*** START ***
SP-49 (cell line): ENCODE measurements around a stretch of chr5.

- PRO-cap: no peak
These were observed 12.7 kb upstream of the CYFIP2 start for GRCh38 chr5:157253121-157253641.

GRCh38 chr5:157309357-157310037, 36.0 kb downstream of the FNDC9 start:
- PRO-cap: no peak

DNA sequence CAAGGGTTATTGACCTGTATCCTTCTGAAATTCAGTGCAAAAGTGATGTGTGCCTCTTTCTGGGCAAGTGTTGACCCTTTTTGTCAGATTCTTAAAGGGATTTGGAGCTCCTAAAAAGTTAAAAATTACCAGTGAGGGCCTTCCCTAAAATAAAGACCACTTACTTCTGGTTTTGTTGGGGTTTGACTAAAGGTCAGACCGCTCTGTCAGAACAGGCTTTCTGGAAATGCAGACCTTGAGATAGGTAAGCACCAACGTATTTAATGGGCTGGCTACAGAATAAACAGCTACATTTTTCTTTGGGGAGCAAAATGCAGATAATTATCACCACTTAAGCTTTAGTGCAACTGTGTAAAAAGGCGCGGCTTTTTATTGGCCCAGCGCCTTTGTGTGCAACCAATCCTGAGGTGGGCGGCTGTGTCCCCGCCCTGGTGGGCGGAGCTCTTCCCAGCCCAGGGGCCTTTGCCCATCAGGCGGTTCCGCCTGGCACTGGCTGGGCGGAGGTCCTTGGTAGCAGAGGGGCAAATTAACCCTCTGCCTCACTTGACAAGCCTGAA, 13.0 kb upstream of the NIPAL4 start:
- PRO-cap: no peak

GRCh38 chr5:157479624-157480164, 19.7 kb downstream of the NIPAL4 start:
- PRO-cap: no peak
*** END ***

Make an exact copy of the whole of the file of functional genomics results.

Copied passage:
SP-49 (cell line): ENCODE measurements around a stretch of chr5.

- PRO-cap: no peak
These were observed 12.7 kb upstream of the CYFIP2 start for GRCh38 chr5:157253121-157253641.

GRCh38 chr5:157309357-157310037, 36.0 kb downstream of the FNDC9 start:
- PRO-cap: no peak

DNA sequence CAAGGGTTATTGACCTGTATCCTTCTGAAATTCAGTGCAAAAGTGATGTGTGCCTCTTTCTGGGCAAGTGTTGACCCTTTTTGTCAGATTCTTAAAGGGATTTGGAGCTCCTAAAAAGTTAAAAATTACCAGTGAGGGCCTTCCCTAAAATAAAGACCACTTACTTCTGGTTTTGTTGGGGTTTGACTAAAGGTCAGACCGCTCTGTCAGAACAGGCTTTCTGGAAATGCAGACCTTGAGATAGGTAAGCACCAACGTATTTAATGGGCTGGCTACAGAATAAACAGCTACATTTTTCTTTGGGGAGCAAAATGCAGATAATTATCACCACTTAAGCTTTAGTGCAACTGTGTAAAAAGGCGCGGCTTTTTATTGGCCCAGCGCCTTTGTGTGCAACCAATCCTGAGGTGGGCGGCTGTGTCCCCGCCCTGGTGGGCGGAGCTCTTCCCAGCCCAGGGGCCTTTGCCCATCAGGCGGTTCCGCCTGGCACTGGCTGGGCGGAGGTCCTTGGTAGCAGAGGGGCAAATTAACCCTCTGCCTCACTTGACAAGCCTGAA, 13.0 kb upstream of the NIPAL4 start:
- PRO-cap: no peak

GRCh38 chr5:157479624-157480164, 19.7 kb downstream of the NIPAL4 start:
- PRO-cap: no peak